Interesting thread and confusing terminology. Let's say you have two researchers who are trying to forecast the number of salmon which are returning to spawn in a particular river.
Researcher A is only interested in forecasting this number for the year 2019. Using historical data on the yearly number of salmon who returned to spawn in that river from 1990 to 2018, he will forecast that 2,000 salmon will return in 2019. To give an indication of the uncertainty associated with his point forecast, he will also provide a 95% forecast interval of 1,000 to 3,000 salmon.
Researcher B was hired to produce forecasts and associated measures of uncertainty (i.e., forecast intervals) not just for 2019, but also for 2020, 2021 and 2022. For the 2019 forecast, Researcher B will use the same historical data as Researcher A. For subsequent years, Researcher B will use updated historical data as follows:
2020: historical data from 1990 to 2019
2021: historical data from 1990 to 2020
2022: historical data from 1990 to 2021
So Researcher B has to wait until 2019 to produce the 2020 forecast, until 2020 to produce the 2021 forecast and until 2021 to produce the 2022 forecast.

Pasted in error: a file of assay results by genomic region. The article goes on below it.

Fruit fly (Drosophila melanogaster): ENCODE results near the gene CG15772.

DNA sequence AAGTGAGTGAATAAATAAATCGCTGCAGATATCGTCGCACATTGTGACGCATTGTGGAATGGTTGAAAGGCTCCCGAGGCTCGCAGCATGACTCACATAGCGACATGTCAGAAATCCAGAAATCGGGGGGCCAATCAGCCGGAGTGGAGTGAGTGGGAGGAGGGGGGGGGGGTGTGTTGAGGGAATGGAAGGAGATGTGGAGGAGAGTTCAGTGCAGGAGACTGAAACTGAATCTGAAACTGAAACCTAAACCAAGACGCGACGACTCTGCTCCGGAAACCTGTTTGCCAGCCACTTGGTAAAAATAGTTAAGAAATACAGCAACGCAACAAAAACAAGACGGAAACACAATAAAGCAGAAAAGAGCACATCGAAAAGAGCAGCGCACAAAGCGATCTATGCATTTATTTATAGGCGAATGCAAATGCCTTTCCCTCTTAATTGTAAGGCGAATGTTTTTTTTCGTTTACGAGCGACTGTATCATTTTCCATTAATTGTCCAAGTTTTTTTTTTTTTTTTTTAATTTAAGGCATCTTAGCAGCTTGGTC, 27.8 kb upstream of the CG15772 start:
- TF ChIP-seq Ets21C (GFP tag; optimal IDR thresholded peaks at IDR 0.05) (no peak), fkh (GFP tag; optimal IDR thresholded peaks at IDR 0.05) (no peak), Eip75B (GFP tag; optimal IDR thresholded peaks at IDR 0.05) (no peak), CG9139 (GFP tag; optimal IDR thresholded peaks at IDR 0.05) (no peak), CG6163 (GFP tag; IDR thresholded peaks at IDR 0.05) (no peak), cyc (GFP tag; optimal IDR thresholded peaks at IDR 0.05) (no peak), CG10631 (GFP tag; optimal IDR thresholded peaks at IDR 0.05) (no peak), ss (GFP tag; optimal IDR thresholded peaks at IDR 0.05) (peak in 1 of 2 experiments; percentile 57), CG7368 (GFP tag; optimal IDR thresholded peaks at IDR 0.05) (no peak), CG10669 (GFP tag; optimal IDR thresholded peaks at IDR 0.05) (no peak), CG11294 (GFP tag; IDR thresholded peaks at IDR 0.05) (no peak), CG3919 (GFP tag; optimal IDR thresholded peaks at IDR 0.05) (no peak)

Now, let's assume that Researcher A gets gelous of Researcher B and decides to use the historical data from 1990 to 2018 to create point forecasts and associated confidence intervals for the years 2019, 2020, 2021 and 2022. The resulting point forecasts are called one-step ahead, two-step ahead, three-step ahead point and four-step ahead forecasts, respectively. Similarly, the associated forecast intervals are called k-step ahead forecast intervals, where k = 1, 2, 3, 4.
In contrast, Researcher B will produce only a one-step ahead forecast in each year.
Montgomery refers to the frequency with which Researcher B will make his one-step ahead forecasts as the "forecast interval", which is totally confusing, as forecast interval is usually used for the uncertainty interval we build around the point forecast itself. I agree with what was suggested here that forecast construction frequency constitutes better terminology.
Hope this concrete example adds a bit more clarity to the issue you raised.